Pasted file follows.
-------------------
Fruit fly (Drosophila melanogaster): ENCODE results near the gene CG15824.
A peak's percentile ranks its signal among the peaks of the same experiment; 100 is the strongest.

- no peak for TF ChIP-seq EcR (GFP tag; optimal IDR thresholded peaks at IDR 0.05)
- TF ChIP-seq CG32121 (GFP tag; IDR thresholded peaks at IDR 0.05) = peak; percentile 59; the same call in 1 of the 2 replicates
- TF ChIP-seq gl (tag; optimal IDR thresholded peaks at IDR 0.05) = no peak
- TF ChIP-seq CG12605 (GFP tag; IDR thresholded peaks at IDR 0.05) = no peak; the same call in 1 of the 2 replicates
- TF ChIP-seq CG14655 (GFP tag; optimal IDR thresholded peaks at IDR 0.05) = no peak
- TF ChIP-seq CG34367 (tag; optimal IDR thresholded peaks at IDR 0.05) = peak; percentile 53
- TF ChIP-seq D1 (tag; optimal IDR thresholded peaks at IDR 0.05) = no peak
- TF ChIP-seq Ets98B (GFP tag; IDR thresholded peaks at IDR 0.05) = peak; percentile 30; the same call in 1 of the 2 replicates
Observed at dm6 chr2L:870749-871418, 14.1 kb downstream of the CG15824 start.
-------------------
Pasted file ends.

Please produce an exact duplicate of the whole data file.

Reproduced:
Fruit fly (Drosophila melanogaster): ENCODE results near the gene CG15824.
A peak's percentile ranks its signal among the peaks of the same experiment; 100 is the strongest.

- no peak for TF ChIP-seq EcR (GFP tag; optimal IDR thresholded peaks at IDR 0.05)
- TF ChIP-seq CG32121 (GFP tag; IDR thresholded peaks at IDR 0.05) = peak; percentile 59; the same call in 1 of the 2 replicates
- TF ChIP-seq gl (tag; optimal IDR thresholded peaks at IDR 0.05) = no peak
- TF ChIP-seq CG12605 (GFP tag; IDR thresholded peaks at IDR 0.05) = no peak; the same call in 1 of the 2 replicates
- TF ChIP-seq CG14655 (GFP tag; optimal IDR thresholded peaks at IDR 0.05) = no peak
- TF ChIP-seq CG34367 (tag; optimal IDR thresholded peaks at IDR 0.05) = peak; percentile 53
- TF ChIP-seq D1 (tag; optimal IDR thresholded peaks at IDR 0.05) = no peak
- TF ChIP-seq Ets98B (GFP tag; IDR thresholded peaks at IDR 0.05) = peak; percentile 30; the same call in 1 of the 2 replicates
Observed at dm6 chr2L:870749-871418, 14.1 kb downstream of the CG15824 start.